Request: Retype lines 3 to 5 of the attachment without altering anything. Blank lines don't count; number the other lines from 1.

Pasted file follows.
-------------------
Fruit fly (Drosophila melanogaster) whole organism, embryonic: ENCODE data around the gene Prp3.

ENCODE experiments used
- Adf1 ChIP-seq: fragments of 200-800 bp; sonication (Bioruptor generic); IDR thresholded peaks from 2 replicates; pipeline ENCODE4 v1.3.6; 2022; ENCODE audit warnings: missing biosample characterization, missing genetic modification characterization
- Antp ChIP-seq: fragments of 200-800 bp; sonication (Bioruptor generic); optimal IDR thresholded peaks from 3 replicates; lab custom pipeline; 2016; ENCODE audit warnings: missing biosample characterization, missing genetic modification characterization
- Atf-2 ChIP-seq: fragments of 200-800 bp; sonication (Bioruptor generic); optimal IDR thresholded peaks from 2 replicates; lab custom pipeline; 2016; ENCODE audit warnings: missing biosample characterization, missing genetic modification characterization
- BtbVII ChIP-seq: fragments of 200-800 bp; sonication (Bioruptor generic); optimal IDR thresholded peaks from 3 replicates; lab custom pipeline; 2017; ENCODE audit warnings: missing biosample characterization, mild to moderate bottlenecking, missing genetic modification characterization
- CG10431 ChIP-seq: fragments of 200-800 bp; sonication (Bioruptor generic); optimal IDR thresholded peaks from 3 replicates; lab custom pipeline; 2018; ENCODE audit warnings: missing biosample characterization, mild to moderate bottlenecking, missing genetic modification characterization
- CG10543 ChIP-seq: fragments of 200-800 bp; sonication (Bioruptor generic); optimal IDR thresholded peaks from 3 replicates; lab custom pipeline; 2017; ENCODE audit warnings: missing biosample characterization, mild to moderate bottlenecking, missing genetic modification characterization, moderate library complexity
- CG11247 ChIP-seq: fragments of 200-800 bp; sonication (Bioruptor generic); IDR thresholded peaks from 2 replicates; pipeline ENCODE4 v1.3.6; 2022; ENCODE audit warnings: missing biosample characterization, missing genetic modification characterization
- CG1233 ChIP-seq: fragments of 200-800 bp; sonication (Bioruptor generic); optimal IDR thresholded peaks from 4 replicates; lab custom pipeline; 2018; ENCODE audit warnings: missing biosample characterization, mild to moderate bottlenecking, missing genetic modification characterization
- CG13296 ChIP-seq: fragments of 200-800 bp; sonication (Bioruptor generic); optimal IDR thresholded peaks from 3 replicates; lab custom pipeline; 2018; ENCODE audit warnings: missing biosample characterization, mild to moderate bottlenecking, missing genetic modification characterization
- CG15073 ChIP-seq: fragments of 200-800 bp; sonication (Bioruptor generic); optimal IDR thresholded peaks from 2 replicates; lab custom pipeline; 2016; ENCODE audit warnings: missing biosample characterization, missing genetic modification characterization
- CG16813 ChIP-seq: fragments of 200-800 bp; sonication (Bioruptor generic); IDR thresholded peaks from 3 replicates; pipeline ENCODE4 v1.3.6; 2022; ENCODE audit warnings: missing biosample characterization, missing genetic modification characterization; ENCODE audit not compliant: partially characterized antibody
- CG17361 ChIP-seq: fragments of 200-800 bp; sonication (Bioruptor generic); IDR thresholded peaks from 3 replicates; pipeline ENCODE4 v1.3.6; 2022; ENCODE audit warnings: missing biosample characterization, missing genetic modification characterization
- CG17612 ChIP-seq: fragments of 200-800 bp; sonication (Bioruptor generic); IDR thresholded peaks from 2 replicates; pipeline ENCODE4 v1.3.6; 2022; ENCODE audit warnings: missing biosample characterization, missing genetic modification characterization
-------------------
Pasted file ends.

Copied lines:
- Adf1 ChIP-seq: fragments of 200-800 bp; sonication (Bioruptor generic); IDR thresholded peaks from 2 replicates; pipeline ENCODE4 v1.3.6; 2022; ENCODE audit warnings: missing biosample characterization, missing genetic modification characterization
- Antp ChIP-seq: fragments of 200-800 bp; sonication (Bioruptor generic); optimal IDR thresholded peaks from 3 replicates; lab custom pipeline; 2016; ENCODE audit warnings: missing biosample characterization, missing genetic modification characterization
- Atf-2 ChIP-seq: fragments of 200-800 bp; sonication (Bioruptor generic); optimal IDR thresholded peaks from 2 replicates; lab custom pipeline; 2016; ENCODE audit warnings: missing biosample characterization, missing genetic modification characterization